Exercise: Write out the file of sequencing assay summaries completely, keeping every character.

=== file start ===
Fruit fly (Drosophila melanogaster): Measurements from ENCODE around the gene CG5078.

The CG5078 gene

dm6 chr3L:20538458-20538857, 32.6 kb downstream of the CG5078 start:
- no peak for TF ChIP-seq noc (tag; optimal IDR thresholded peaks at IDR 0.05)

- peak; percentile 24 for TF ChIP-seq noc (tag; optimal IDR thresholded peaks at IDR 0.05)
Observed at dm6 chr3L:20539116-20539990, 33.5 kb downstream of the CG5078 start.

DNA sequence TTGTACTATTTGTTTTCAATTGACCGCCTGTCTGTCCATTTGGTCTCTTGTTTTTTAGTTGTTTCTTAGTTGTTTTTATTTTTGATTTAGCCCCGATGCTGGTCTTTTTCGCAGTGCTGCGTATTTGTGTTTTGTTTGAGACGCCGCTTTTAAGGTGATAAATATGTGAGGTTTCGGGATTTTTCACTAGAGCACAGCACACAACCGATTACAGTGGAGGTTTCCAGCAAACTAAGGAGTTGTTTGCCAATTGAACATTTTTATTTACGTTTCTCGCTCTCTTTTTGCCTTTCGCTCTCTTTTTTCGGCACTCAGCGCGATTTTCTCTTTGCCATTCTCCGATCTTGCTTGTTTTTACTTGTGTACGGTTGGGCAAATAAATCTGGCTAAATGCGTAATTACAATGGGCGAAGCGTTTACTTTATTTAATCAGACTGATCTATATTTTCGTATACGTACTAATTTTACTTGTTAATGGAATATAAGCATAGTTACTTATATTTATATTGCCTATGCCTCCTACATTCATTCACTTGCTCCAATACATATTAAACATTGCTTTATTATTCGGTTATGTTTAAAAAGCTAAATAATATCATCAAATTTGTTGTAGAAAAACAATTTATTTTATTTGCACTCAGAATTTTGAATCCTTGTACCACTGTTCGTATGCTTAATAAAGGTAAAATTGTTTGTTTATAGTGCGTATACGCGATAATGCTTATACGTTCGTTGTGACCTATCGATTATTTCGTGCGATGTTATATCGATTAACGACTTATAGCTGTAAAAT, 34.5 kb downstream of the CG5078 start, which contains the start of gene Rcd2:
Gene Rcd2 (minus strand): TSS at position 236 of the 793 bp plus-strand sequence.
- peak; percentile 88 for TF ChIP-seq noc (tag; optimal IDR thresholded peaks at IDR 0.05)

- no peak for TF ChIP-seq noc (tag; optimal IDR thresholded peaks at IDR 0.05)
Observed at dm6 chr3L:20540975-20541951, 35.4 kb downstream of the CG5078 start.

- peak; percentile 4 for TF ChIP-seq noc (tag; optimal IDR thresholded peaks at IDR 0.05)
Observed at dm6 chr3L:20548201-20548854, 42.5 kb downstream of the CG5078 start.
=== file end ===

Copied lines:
Fruit fly (Drosophila melanogaster): Measurements from ENCODE around the gene CG5078.

The CG5078 gene

dm6 chr3L:20538458-20538857, 32.6 kb downstream of the CG5078 start:
- no peak for TF ChIP-seq noc (tag; optimal IDR thresholded peaks at IDR 0.05)

- peak; percentile 24 for TF ChIP-seq noc (tag; optimal IDR thresholded peaks at IDR 0.05)
Observed at dm6 chr3L:20539116-20539990, 33.5 kb downstream of the CG5078 start.

DNA sequence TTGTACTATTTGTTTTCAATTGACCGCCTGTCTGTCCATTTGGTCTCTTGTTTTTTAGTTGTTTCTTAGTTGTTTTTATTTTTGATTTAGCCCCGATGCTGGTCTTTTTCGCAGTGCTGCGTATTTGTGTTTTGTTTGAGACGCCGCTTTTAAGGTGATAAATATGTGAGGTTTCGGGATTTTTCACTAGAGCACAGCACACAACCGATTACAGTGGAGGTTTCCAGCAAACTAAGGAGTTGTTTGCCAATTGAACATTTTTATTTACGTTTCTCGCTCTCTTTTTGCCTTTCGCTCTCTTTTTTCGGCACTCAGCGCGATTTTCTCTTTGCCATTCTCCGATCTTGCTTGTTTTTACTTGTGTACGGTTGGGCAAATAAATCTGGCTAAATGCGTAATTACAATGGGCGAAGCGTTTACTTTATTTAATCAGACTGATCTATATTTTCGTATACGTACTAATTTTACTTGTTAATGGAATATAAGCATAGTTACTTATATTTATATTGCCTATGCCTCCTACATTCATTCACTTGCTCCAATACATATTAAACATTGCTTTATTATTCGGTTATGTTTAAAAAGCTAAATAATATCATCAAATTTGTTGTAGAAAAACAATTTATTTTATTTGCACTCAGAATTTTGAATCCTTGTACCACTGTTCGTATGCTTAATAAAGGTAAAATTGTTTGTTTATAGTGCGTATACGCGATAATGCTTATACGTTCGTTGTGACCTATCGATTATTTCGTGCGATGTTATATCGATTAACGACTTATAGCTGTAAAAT, 34.5 kb downstream of the CG5078 start, which contains the start of gene Rcd2:
Gene Rcd2 (minus strand): TSS at position 236 of the 793 bp plus-strand sequence.
- peak; percentile 88 for TF ChIP-seq noc (tag; optimal IDR thresholded peaks at IDR 0.05)

- no peak for TF ChIP-seq noc (tag; optimal IDR thresholded peaks at IDR 0.05)
Observed at dm6 chr3L:20540975-20541951, 35.4 kb downstream of the CG5078 start.

- peak; percentile 4 for TF ChIP-seq noc (tag; optimal IDR thresholded peaks at IDR 0.05)
Observed at dm6 chr3L:20548201-20548854, 42.5 kb downstream of the CG5078 start.